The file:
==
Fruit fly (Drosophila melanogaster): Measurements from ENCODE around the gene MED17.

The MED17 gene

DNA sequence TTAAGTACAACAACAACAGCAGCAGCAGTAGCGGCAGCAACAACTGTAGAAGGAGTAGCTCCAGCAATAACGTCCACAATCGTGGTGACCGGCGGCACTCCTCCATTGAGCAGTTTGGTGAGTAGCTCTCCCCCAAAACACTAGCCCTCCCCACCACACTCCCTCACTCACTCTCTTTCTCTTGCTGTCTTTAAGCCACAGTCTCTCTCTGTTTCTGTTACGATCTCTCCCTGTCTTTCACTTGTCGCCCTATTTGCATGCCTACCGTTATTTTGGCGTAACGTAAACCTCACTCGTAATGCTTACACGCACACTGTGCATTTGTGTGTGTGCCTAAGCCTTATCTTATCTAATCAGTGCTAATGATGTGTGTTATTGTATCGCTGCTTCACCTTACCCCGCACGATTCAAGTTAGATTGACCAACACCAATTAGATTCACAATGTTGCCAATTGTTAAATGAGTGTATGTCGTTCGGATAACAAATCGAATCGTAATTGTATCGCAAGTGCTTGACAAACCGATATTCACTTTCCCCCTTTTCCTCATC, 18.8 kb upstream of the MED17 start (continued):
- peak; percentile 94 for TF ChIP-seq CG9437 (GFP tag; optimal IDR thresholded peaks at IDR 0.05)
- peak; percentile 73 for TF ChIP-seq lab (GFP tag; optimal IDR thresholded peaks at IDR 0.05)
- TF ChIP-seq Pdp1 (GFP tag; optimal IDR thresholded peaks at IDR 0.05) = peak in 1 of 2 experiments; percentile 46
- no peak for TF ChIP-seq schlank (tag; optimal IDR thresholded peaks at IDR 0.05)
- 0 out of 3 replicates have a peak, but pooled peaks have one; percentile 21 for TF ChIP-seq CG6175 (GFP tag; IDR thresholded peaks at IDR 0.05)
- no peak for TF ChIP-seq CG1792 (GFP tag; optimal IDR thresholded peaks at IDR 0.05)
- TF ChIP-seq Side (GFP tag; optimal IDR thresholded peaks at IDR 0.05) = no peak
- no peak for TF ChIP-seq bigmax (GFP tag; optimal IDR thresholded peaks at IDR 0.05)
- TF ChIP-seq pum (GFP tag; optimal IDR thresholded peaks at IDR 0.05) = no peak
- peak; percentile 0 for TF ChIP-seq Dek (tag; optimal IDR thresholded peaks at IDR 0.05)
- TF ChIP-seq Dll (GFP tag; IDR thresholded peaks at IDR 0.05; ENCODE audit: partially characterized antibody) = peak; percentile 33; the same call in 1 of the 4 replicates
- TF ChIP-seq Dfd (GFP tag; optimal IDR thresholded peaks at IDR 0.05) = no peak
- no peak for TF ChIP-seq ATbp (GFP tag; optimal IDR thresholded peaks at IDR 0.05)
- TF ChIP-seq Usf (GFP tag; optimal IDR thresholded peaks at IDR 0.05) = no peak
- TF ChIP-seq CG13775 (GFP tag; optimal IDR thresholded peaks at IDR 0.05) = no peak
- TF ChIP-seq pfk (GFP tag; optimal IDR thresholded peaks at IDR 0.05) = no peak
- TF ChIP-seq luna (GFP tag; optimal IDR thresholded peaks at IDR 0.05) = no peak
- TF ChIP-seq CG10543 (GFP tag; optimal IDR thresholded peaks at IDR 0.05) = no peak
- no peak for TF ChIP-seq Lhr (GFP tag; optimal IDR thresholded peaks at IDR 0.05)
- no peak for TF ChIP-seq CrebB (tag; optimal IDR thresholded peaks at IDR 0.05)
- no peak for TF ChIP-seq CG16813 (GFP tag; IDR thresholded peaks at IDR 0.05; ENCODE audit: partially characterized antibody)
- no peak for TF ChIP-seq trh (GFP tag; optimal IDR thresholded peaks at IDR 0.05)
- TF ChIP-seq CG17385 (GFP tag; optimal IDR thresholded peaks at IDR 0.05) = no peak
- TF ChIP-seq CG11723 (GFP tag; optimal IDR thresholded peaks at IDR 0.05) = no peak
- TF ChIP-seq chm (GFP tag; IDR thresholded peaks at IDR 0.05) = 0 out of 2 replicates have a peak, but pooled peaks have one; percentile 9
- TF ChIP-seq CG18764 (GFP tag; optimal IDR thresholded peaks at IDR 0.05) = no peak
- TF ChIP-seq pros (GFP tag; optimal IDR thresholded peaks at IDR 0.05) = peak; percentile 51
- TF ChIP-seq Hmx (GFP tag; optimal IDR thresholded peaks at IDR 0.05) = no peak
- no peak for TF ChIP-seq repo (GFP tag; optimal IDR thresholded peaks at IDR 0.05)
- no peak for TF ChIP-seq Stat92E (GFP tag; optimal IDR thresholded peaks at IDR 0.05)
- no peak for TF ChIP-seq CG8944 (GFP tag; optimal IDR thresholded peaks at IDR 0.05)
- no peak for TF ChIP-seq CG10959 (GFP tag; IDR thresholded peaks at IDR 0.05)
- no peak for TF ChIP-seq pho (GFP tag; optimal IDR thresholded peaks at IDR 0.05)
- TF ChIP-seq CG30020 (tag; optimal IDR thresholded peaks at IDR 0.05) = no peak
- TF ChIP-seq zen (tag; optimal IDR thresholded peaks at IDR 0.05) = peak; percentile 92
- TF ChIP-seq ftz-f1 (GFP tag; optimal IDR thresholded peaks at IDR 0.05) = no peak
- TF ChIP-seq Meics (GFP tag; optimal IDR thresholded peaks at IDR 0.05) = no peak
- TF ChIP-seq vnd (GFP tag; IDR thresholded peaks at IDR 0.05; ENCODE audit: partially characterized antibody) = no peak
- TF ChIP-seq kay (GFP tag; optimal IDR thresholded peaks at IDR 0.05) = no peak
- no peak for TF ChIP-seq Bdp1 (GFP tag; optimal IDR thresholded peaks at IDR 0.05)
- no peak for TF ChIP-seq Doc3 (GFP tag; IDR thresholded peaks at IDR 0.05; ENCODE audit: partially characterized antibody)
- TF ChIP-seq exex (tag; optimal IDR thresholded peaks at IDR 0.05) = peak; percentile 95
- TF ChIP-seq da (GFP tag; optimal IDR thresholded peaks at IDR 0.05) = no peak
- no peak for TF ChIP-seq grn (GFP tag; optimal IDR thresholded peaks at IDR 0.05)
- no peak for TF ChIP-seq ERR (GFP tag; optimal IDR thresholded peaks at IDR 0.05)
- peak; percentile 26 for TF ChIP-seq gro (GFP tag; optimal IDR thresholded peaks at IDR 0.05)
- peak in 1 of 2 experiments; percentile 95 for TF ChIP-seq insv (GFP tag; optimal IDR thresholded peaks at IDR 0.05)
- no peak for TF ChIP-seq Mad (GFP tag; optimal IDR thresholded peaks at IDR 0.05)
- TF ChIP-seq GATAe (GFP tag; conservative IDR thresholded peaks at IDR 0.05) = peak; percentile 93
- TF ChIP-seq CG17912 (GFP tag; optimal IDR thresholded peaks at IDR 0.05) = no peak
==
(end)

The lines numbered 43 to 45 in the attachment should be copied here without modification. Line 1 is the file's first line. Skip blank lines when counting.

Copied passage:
- no peak for TF ChIP-seq Bdp1 (GFP tag; optimal IDR thresholded peaks at IDR 0.05)
- no peak for TF ChIP-seq Doc3 (GFP tag; IDR thresholded peaks at IDR 0.05; ENCODE audit: partially characterized antibody)
- TF ChIP-seq exex (tag; optimal IDR thresholded peaks at IDR 0.05) = peak; percentile 95